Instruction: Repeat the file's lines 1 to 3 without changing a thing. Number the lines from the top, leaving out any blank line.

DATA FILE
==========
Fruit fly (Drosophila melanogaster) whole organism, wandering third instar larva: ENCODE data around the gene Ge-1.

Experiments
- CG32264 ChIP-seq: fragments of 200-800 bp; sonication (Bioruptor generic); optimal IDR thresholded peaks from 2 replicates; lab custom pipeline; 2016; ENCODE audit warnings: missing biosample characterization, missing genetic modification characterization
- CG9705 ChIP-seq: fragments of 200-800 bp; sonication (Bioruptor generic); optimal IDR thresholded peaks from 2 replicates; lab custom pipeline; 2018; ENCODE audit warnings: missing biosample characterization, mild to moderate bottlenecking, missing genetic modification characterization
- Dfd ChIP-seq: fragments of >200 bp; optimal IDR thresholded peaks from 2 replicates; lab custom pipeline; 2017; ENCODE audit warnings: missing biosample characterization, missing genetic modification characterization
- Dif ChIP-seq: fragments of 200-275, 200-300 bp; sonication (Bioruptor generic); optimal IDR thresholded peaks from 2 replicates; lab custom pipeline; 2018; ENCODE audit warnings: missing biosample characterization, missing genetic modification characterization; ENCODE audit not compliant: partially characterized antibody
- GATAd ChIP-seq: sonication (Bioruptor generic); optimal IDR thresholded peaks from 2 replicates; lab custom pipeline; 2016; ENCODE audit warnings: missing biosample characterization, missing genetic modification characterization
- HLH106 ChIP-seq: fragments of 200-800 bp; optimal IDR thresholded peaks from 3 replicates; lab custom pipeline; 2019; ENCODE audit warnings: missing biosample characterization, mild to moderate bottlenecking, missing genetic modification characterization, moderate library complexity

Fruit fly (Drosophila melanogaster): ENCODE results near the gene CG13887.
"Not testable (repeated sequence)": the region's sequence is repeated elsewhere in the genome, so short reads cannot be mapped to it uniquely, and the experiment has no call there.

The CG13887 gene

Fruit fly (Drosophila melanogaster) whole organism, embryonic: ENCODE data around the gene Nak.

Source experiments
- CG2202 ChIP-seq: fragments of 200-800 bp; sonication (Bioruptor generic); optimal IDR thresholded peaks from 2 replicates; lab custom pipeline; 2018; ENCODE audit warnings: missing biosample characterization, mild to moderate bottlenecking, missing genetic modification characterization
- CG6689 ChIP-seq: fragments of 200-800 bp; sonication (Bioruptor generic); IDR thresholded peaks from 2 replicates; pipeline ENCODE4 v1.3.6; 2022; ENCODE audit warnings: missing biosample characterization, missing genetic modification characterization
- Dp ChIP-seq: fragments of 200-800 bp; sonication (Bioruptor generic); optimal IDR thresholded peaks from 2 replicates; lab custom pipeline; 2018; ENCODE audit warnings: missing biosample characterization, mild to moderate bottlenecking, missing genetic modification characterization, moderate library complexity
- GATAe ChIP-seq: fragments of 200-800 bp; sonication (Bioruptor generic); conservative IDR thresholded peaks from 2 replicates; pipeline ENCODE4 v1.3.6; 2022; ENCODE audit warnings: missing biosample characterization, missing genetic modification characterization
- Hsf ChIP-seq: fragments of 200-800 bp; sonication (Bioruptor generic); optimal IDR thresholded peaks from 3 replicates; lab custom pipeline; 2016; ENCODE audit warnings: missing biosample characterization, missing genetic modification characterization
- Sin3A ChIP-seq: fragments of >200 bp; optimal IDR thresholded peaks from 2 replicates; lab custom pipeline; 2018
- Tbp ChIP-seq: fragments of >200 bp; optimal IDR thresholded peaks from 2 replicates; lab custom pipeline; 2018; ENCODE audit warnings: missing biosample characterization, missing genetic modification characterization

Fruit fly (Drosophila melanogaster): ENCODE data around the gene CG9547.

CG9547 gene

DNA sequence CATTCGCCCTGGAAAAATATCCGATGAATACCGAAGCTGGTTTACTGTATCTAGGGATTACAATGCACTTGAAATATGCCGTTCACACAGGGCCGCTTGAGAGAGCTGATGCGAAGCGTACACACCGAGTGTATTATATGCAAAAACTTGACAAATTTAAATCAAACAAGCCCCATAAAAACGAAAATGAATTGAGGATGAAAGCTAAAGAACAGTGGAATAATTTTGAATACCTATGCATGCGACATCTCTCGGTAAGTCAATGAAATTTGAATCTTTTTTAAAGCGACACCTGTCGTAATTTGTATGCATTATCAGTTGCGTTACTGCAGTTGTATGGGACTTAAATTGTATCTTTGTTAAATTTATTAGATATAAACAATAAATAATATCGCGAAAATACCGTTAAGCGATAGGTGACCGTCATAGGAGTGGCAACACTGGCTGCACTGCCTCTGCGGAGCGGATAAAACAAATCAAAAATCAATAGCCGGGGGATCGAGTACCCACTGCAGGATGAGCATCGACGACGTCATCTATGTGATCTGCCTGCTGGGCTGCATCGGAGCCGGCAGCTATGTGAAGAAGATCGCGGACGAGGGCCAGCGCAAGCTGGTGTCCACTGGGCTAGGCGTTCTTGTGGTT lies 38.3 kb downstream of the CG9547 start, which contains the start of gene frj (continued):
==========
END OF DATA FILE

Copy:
Fruit fly (Drosophila melanogaster) whole organism, wandering third instar larva: ENCODE data around the gene Ge-1.

Experiments
- CG32264 ChIP-seq: fragments of 200-800 bp; sonication (Bioruptor generic); optimal IDR thresholded peaks from 2 replicates; lab custom pipeline; 2016; ENCODE audit warnings: missing biosample characterization, missing genetic modification characterization